CHINA has pledged to support the “just position” of African countries in various international forums saying it was opposed to the “big, strong and rich countries bullying the small, weak and poor” of the world.
In a solidarity speech he delivered at the official opening of the 18th AU Summit here yesterday, chairman of the National Committee of the Chinese People’s Political Consultative Conference, Mr Jia Qinglin, said China did not attach any political strings to its assistance. “We will firmly support the just position of African countries at various international fora. As a permanent member of the UN Security Council, China will continue to actively participate in affairs concerning peace and security in Africa with a responsible attitude,” Mr Jia said. He said China firmly supports African countries in their efforts to uphold their sovereignty and independence.
Mr Qinglin said throughout the development of the China-Africa relations, his country respected the sovereignty and development path of African countries.
“We have always treated African countries on an equal footing and pursued mutually-beneficial and win-win co-operation with them. We have always regarded assistance and support between China and Africa as mutual and have never attached political strings to our assistance,” he said. He said his country fully respected efforts by African countries to resolve their issues independently. “We will firmly support African countries’ independent choice of development path. We maintain that all countries, big or small, are equal, and we are opposed to the big, strong and rich bullying the small, weak and poor.”
He said China would develop by maintaining world peace.
“We will continue to pursue an independent foreign policy of peace, respect the right of the people of all countries to independently choose their social systems and development paths and refrain from imposing our will on others. “While seeking our own development, we will strive for the common development of all countries through mutually beneficial cooperation,” he said.
Earlier on outgoing chairperson of the African Union and Equatorial Guinea President, Teodoro Obiang Nguema, said Africa was being manipulated by outside powers that were now sponsoring violence to impose their preferred leaders. Mr Nguema said the economic crisis in the world was creating instability in Africa.
President Mugabe attended the official opening of the summit together with several other African leaders. Before the official opening, President Mugabe had joined his counterparts in planting trees around the new AU complex that was built by the Chinese Government.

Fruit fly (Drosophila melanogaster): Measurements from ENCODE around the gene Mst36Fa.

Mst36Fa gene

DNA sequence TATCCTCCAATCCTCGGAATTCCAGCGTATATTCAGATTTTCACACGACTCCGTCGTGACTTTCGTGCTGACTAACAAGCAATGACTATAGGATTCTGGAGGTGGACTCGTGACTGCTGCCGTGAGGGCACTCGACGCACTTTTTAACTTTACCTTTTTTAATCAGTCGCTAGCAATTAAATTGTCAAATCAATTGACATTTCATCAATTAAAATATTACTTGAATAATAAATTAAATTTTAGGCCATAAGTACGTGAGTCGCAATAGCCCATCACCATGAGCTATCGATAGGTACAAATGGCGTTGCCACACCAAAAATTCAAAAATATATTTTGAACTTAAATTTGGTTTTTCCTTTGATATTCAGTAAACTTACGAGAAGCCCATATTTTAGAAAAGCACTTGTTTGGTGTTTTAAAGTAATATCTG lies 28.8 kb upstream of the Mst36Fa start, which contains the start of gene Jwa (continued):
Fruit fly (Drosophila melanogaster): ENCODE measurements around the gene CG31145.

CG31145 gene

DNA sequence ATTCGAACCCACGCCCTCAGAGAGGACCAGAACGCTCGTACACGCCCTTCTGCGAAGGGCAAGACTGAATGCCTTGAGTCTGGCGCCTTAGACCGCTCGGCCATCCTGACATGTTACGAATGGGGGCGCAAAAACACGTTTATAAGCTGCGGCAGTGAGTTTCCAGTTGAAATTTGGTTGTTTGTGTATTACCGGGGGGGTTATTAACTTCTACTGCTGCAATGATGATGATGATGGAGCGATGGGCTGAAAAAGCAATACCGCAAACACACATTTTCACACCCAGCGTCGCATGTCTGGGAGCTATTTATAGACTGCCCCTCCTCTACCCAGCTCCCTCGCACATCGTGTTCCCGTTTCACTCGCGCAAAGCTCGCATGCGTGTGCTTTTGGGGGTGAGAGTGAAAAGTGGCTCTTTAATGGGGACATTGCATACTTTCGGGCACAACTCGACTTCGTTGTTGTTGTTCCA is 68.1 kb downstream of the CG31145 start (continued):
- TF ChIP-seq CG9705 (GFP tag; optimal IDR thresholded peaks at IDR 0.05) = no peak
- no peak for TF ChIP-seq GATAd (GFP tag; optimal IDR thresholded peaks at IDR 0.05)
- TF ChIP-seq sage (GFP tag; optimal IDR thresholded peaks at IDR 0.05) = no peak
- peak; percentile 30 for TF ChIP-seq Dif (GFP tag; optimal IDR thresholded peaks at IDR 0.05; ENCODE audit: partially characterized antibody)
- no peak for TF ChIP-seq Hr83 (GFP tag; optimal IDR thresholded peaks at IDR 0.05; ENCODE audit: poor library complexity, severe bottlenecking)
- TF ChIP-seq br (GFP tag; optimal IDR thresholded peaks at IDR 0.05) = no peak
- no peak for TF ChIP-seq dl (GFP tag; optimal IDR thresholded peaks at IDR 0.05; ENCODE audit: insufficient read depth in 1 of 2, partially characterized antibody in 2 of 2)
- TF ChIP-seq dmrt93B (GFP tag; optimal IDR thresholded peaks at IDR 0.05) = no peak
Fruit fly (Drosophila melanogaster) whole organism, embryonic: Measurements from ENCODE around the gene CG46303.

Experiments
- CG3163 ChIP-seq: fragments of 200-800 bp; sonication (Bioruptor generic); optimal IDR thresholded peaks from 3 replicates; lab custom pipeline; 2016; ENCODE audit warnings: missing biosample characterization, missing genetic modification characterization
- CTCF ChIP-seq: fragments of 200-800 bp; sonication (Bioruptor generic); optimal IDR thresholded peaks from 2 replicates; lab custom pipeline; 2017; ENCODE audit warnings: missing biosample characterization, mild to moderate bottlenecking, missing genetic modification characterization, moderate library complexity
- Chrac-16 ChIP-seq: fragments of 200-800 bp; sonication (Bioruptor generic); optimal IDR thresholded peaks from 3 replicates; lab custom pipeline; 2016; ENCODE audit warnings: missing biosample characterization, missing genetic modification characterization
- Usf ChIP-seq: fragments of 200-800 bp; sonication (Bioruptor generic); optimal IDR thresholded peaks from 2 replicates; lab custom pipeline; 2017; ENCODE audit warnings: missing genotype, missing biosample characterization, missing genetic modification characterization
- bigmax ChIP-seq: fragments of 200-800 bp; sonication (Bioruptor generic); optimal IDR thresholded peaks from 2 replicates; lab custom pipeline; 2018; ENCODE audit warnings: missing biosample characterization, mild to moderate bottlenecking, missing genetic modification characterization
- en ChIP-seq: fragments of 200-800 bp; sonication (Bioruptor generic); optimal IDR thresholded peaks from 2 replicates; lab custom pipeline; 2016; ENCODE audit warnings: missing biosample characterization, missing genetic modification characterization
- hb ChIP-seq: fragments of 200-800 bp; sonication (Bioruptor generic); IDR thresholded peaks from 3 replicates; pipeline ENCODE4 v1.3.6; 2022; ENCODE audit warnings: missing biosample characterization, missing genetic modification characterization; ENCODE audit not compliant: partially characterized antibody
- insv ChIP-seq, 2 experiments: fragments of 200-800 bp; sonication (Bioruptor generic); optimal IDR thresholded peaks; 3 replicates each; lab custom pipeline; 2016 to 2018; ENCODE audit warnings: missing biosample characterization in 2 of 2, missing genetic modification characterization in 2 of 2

“Africa is being manipulated by outside powers . . . the economic crisis is creating instability in Africa and other parts of the world,” said Mr Nguema in his speech before he handed over the chairmanship of the AU to the President of Benin Mr Boni Yayi.
Mr Nguema, who was speaking soon after the speech by the Libyan Prime Minister Abdul Raheem al-Keeb, castigated the use of violence by some leaders in the continent to get into power. He said humanitarian assistance to Africa should not lead to the destruction of infrastructure, economies, social services and deaths.
The speech by Mr Nguema seemed to be an attack on the utterances by the Libyan PM who had earlier on attacked the former Libyan leader Muammar Gaddafi and thanked African countries that voted for the wanton bombing of Libya by Nato under the guise of protecting civilians.
UN secretary-general, Mr Ban Ki Moon, also addressed the summit and described the year 2011 as a “year of high drama” in Africa. He acknowledged that there were differences in resolving the political situation in Libya and Ivory Coast. Mr Ban, however, struck a wrong chord when he urged African countries to respect gay rights when the majority of countries in the continent are against gays. The leaders rebuked him for the remarks.
The new AU chairperson Mr Yoyi, in his acceptance speech said “Africa is the continent of the future” adding that “international prosperity depends on Africa.”
After the official opening, the leaders had a group photo session and later went into a closed session where issues concerning Libya, Somalia, South Sudan and Sudan were discussed.
The summit continues today with the election of the chairperson of the African Union Commission set to take centre stage as current chairperson Mr Jean Ping battles for the position with South African Home Affairs Minister Dr Nkosazana Dlamini Zuma.